When A Stranger Calls/Dooley

August 8, 2006

“When A Stranger Calls” follows a progression of being a remake of a film which had a sequel called “When A Stranger Calls Back,” both the original from (1979) and the remake in (1993) featured Carol Kane and Charles Durning with original scores by Dana Kaproff. The remake still uses much of the same screenplay from Steve Feke’s (1979) story which tells the story of a nightmare baby sitting assignment, starting with phone calls and then realizing that the calls are actually coming from the house where she is babysitting! Camilla Belle, the babysitter in the film, is not yet 20 years old and has already performed in 21 films. Directed by Simon “Lara Croft: Tomb Raider” West, the film grossed 21 million on the first weekend making back the entire budget for the film setting a record for a film opening on Superbowl weekend. Before DVD sales, the film had already grossed over 47 million dollars in the US. The soundtrack by James Dooley was released at the same time of the DVD release through Lakeshore. There was quite a procedure involved by James for the making of this soundtrack including several scoring sessions with first the Prague and later the Northwest Sinfonia orchestra, creating aleatoric samples, sessions for string only with celli and basses, and a 50 piece string only session. The mastering, done by Louie Teran, was well done and something that likely took a while to do.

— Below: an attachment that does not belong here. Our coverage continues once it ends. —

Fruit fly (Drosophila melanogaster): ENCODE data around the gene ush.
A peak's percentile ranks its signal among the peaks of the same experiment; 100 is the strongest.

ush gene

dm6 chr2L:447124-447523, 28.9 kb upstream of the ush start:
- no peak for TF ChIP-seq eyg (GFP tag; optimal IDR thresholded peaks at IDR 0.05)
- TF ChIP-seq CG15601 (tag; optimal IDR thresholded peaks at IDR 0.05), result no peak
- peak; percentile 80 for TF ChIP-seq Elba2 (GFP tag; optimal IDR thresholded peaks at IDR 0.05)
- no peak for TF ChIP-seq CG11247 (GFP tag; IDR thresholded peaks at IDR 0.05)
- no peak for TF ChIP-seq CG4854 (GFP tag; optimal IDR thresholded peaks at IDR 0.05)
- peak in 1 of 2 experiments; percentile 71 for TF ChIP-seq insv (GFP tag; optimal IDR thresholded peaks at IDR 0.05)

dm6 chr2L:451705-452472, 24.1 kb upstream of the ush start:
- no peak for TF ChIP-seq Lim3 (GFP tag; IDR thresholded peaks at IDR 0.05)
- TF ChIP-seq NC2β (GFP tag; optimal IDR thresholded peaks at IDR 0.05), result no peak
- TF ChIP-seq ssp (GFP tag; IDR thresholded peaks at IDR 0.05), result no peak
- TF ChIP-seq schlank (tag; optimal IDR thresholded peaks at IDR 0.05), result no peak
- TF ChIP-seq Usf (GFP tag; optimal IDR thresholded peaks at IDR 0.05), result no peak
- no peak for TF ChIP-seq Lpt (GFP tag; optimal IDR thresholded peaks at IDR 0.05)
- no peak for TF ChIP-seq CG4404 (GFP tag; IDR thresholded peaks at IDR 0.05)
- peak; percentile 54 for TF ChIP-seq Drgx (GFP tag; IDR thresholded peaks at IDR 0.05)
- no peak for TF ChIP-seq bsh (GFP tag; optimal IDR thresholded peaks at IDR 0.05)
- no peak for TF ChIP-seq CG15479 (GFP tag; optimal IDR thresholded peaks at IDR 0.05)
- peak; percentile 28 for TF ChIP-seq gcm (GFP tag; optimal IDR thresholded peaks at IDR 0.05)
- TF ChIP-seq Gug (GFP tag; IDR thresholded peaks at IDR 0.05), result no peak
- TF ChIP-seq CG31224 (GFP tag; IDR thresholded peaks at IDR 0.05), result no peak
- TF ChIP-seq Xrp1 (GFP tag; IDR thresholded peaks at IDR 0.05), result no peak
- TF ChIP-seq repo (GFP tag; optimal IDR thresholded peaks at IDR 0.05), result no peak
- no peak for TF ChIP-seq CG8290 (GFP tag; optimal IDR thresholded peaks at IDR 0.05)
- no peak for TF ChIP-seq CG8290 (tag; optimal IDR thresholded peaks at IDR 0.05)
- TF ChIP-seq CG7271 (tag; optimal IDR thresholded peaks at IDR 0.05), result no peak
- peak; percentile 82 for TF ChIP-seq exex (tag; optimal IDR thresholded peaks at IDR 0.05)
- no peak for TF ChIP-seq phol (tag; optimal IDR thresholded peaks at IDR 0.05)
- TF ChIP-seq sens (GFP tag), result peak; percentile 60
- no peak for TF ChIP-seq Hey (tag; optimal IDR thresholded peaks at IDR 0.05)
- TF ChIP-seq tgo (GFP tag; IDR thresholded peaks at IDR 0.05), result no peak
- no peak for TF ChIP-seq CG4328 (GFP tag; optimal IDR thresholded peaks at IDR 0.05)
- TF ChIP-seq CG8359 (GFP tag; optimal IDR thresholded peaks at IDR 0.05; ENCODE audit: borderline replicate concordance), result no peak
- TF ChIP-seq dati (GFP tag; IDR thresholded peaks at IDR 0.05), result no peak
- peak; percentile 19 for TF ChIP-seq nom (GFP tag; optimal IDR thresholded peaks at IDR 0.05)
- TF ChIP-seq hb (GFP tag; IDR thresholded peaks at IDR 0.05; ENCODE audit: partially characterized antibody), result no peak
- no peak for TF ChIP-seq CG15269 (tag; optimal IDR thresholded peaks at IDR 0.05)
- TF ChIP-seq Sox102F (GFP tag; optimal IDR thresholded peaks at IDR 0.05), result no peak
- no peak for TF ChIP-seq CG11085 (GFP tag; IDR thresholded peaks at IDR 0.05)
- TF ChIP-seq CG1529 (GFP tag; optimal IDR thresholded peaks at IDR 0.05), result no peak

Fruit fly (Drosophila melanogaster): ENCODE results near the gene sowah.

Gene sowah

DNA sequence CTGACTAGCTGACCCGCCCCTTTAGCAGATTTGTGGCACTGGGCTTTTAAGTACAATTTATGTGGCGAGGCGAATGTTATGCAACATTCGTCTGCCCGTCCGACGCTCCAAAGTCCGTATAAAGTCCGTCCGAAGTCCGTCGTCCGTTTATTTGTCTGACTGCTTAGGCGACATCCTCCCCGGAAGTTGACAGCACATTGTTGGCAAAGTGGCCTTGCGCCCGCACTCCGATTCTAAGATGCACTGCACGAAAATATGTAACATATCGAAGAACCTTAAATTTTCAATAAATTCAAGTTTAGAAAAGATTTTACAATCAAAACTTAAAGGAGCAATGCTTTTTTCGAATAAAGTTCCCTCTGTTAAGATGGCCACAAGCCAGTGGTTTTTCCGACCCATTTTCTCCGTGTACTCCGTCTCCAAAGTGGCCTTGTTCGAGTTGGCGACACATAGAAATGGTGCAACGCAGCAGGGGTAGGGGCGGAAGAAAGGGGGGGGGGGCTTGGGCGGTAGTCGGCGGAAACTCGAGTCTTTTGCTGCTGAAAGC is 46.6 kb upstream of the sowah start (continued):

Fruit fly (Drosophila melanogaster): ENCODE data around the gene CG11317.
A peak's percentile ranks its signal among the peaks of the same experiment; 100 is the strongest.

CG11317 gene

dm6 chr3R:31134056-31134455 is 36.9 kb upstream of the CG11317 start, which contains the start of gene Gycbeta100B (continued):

The music itself is quite atmospheric and fits the tension, terror, and suspense of the film quite well. This is what much of the sixty minutes of music is all about a lot of underscore. My very first time going through the score promptly caused me to put the cd on the bottom of the pile with the comment that it would be reviewed later. Two months went by and a small capsule review and then my honesty took over. I said I would do it and do it is what I am doing right now. Dooley, I feel, has the advantage of being able to take full advantage of the Media Ventures company he works for, thus the elaborate crafting of the score. For certain the primary purchaser of this CD is going to be the target audience (young teenage girl) who has seen the film. I think that it was very shrewd that Sony released this picture when they did. Younger women will have little interest in watching the superbowl and their father was quick to open the pocketbook with some money to get them out of the house to watch a scary movie while the big game was going on. The big surprise for me was the last track “Aftermath” which has a harp with some percussion, triangle etc. designed to sound like a musical box. And there is a simple but effective melody carried by the celli and bass in a cue that sounds like there has been some resolution in the story. This is one track that is extremely well done! Now one could go to the lakeshore web site and download this one cue. Of course if you truly enjoyed the film you will want the whole thing. My usual complaint stands in regard to lack of liner notes but then I have to remember that teenage girls don’t care about recording notes, a word from the composer or producer, or come to think of it this article itself. Unlimited budget and a horror fan will want it. James, who studied under Chris Young, learned well. If you like the film you will like the score. If you are on a budget and not a horror fan just download the “Aftermath” track.

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